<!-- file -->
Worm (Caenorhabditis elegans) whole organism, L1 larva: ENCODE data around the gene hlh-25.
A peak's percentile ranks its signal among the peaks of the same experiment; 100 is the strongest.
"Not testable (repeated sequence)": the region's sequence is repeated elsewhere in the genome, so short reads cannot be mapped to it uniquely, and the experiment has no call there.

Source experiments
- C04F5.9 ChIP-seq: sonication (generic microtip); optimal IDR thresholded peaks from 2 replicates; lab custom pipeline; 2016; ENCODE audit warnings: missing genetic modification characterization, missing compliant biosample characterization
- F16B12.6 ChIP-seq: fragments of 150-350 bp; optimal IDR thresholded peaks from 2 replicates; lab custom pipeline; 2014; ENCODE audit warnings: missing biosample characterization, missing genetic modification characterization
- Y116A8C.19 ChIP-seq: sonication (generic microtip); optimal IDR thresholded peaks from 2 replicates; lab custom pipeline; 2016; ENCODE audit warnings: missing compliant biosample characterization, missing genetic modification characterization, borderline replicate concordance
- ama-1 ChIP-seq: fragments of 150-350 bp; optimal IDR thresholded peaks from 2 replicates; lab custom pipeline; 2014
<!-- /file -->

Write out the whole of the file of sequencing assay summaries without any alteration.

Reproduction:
Worm (Caenorhabditis elegans) whole organism, L1 larva: ENCODE data around the gene hlh-25.
A peak's percentile ranks its signal among the peaks of the same experiment; 100 is the strongest.
"Not testable (repeated sequence)": the region's sequence is repeated elsewhere in the genome, so short reads cannot be mapped to it uniquely, and the experiment has no call there.

Source experiments
- C04F5.9 ChIP-seq: sonication (generic microtip); optimal IDR thresholded peaks from 2 replicates; lab custom pipeline; 2016; ENCODE audit warnings: missing genetic modification characterization, missing compliant biosample characterization
- F16B12.6 ChIP-seq: fragments of 150-350 bp; optimal IDR thresholded peaks from 2 replicates; lab custom pipeline; 2014; ENCODE audit warnings: missing biosample characterization, missing genetic modification characterization
- Y116A8C.19 ChIP-seq: sonication (generic microtip); optimal IDR thresholded peaks from 2 replicates; lab custom pipeline; 2016; ENCODE audit warnings: missing compliant biosample characterization, missing genetic modification characterization, borderline replicate concordance
- ama-1 ChIP-seq: fragments of 150-350 bp; optimal IDR thresholded peaks from 2 replicates; lab custom pipeline; 2014